Hubbard said it was compassion that inspired her to sculpt the statue with Aberdeen art students shortly after Cobain’s suicide in 1994 “The original idea was to bring the mental illness issue to light, recognize people with the illness that Kurt had, who self medicate, that was my first dream.” The muffled tribute was among many failed attempts to honor the Aberdeen native’s legacy, without honoring his choices. But the times they are changing, and 20 years later Aberdeen Mayor Bill Simpson plans to proclaim February 20th (Kurt’s birthday) as Kurt Cobain Day, while the city of Hoquiam has declared April 10th as Nirvana Day to celebrate their induction into the Rock and Roll Hall of Fame.
As Aberdeen and Hoquiam cities both prepare to celebrate their Nirvana heritage, the compassion of a 9 year old helped to bring a shunned tribute back into the light. Sculptor Randi Hubbard tells us after 19 years in her muffler shop, a statue of Kurt Cobain will soon be loaned to the Aberdeen Museum of History “Well my granddaughter was sitting there and she says ‘grandma we can sell t-shirts because I have a project in mind’.”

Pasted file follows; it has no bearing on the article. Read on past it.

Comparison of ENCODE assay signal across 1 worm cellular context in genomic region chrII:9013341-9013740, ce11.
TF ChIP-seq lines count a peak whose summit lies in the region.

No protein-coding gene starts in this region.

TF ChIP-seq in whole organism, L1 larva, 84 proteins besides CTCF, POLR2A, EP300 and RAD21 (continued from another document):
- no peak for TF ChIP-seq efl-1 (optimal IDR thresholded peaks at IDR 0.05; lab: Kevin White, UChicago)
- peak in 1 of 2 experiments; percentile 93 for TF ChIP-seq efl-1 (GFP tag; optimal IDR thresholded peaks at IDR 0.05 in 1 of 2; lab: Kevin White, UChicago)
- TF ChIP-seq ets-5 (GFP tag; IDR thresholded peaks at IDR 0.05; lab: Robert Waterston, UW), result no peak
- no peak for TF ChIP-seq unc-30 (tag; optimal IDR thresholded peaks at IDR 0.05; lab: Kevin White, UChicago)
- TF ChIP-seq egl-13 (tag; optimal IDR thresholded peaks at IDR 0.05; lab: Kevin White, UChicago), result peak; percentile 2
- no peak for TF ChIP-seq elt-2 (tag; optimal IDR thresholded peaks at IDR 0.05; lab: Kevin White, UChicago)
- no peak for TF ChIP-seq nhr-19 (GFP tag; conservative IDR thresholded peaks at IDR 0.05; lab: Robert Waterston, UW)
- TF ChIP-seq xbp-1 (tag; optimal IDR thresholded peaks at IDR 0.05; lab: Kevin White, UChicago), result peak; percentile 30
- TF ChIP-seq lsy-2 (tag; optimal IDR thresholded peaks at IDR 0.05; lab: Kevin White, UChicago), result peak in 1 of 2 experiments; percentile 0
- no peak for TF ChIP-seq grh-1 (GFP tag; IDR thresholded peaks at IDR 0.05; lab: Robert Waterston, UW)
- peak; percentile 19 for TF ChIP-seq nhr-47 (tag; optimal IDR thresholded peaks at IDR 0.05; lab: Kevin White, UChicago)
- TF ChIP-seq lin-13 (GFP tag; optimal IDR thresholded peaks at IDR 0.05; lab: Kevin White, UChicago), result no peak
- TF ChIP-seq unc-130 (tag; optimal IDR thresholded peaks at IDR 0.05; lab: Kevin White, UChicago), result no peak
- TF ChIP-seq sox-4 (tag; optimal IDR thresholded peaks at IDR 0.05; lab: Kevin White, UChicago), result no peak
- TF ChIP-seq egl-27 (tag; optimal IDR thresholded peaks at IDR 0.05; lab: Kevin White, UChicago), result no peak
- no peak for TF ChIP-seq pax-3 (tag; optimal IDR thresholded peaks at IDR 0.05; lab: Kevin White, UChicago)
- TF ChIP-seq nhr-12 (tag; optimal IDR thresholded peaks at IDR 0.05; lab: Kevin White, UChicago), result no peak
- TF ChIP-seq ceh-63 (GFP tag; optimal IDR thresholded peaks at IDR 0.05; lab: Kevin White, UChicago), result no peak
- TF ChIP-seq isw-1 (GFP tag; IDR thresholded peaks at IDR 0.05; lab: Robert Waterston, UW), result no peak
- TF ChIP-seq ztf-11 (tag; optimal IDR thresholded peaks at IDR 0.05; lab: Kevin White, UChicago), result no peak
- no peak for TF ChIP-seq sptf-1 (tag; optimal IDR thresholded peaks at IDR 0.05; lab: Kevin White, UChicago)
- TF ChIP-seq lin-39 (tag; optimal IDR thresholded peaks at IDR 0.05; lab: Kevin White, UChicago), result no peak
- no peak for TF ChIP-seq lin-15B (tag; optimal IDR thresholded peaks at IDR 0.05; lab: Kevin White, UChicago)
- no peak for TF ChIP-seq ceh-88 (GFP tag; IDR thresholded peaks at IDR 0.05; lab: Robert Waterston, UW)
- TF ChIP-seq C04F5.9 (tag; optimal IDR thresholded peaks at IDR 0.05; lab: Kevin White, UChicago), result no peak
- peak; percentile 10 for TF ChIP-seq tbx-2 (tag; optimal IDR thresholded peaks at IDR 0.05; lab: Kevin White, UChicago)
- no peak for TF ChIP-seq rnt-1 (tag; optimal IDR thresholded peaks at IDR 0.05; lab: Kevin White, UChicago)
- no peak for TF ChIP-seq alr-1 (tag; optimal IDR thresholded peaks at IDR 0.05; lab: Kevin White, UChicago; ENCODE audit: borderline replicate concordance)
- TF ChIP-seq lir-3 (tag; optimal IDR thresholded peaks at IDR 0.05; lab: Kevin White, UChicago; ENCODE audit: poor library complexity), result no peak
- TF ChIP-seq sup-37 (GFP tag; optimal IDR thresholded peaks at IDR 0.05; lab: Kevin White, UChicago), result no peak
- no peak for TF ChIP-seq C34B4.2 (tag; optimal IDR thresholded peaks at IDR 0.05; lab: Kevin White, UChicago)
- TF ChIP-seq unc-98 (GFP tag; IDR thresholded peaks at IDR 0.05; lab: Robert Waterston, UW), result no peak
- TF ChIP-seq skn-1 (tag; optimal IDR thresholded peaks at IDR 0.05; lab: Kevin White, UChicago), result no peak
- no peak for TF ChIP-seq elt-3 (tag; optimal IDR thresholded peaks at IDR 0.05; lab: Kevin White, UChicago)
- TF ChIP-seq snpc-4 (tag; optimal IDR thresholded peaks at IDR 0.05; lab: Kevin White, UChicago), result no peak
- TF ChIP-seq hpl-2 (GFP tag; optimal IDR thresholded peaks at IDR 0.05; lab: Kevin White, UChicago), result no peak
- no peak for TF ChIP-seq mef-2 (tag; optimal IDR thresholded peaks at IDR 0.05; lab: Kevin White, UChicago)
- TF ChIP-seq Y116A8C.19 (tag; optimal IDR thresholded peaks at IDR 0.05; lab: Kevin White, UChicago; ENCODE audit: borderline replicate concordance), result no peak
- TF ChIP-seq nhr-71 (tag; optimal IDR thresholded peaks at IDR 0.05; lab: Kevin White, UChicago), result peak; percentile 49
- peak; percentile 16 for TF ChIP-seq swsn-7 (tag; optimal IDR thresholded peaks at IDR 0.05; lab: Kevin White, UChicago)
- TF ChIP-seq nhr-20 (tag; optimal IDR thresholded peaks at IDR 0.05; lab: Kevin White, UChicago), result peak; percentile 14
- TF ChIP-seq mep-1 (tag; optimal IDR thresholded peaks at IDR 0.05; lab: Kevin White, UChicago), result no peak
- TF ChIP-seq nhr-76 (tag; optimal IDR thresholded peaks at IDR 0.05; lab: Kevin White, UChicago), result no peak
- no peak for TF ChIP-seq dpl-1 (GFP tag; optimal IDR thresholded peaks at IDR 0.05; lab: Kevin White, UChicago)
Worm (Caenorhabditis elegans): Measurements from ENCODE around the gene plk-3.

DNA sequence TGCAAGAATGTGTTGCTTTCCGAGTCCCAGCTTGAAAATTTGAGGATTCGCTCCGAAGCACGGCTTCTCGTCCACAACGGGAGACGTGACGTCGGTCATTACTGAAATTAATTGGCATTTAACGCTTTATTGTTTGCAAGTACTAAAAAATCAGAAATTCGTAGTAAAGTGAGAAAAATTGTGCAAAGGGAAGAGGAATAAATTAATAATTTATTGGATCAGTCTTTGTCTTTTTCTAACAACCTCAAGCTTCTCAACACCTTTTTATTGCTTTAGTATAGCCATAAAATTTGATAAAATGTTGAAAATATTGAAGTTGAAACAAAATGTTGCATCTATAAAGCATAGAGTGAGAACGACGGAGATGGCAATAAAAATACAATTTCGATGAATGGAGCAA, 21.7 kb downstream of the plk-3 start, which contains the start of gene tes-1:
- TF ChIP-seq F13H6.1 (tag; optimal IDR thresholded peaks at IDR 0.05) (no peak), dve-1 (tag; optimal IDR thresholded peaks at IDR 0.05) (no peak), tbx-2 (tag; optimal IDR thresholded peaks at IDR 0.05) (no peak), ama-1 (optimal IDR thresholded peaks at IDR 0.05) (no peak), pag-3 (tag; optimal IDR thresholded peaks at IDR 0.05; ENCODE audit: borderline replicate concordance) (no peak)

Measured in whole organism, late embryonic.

Jada helped Aberdeen Mayor Bill Simpson talk Hubbard into loaning the 600-pound statue to the museum as part of their Kurt Cobain display. Hubbard said they also they plan to sell t-shirts and photos, with the proceeds to be split between the museum, and the Jada Project. Jada tells KBKW “I thought of this idea because I’ve seen kids like on the TV that have been starving and kids that don’t get to eat need to get sack lunches on Saturday and Sunday.” The Jada Project will work with Aberdeen schools to send sack lunches home with kids that might not eat lunch on the weekends otherwise.
Still making news, Paul McCartney and the surviving members of Nirvana took away the Grammy for the Best Rock Song at the 56th annual awards ceremony over the weekend for Dave Grohl’s song ‘Cut Me Some Slack’.